> >>>> When I have coded using the ARIA grid pattern I find anomalous screen
> >>>> reader behaviors as soon as I deviate from balanced "simple" tables, so
> >>>> there seems to me to be nothing gained in foregoing strict native table
> >>>> semantics of HTML.
> >>>> Am I missing something?
> >>>> Thanks,
> >>>> A
> >>>> > >>>> > >>>> > >>>> > >>>>
> >>> > >>> > >>> > >>> > >>>
> >>
> >>
> >> --
> >> Work hard. Have fun. Make history.
> >> > >> > >> > >> > >>
> >
> > > > >

From: glen walker
Date: Wed, Jul 01 2020 2:48PM
Subject: Re: ARIA grid versus HTML table
← Previous message | No next message

If your calendar is an editable object, such as the outlook calendar or
google calendar, where each day is an interactive cell (because you can add
event details), then I can see the grid role being used. But if your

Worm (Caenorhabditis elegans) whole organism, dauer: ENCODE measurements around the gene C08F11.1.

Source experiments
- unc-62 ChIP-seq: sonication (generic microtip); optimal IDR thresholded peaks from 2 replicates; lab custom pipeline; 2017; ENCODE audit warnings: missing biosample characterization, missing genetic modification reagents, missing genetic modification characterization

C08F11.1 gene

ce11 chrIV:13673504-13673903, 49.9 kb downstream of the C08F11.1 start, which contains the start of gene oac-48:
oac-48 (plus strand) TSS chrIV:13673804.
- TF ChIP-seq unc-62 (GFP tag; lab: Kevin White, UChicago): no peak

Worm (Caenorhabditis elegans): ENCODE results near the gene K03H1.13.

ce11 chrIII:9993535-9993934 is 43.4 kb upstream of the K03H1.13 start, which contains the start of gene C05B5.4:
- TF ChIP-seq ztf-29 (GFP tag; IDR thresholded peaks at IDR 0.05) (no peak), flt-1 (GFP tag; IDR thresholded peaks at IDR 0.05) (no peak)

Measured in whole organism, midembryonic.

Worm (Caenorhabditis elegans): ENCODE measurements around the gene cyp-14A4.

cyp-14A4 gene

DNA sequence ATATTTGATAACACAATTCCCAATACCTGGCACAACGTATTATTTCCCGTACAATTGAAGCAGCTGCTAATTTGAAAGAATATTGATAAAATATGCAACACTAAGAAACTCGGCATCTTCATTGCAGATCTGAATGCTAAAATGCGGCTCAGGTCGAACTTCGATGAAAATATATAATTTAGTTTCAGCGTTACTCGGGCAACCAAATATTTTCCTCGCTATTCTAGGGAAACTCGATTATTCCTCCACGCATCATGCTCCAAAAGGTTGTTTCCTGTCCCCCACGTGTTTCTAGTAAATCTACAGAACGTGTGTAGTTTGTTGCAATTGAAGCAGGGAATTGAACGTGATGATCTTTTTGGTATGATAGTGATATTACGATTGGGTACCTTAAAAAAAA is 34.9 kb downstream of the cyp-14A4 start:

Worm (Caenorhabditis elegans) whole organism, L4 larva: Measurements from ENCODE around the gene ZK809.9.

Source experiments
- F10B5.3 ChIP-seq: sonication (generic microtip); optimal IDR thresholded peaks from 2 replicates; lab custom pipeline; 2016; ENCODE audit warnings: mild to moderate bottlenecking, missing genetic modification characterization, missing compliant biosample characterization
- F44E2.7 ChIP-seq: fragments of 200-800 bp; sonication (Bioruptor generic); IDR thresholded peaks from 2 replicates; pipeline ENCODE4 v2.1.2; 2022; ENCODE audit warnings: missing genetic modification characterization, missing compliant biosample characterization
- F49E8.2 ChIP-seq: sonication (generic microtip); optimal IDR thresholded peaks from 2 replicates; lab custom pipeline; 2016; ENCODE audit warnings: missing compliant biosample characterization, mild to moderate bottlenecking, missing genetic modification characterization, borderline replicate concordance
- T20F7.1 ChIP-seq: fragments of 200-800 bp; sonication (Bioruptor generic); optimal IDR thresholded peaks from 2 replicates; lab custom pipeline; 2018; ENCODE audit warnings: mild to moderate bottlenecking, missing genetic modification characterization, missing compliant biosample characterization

calendar is for choosing a date (such as a hotel or airline calendar), then
the grid is not appropriate.

If grid is being used so that you don't have to tab through every cell in
the table, I don't think that's an appropriate use of grid. The "gridness"
should be decided based on the interaction with the table cells and not
keyboard navigation.

If you think it'll be a pain to tab through all the cells of a calendar but
using grid is not appropriate, you can have a "skip over" link before the
calendar that allows the user to jump over the calendar to the next
interactive element.

On Wed, Jul 1, 2020 at 2:13 PM Mallory < = EMAIL ADDRESS REMOVED = > wrote:

> I would like to know this as well.
>
> When we added grid roles to, for example, calendars, all the table
> semantics were gone (overridden) and we could not navigate them like tables
>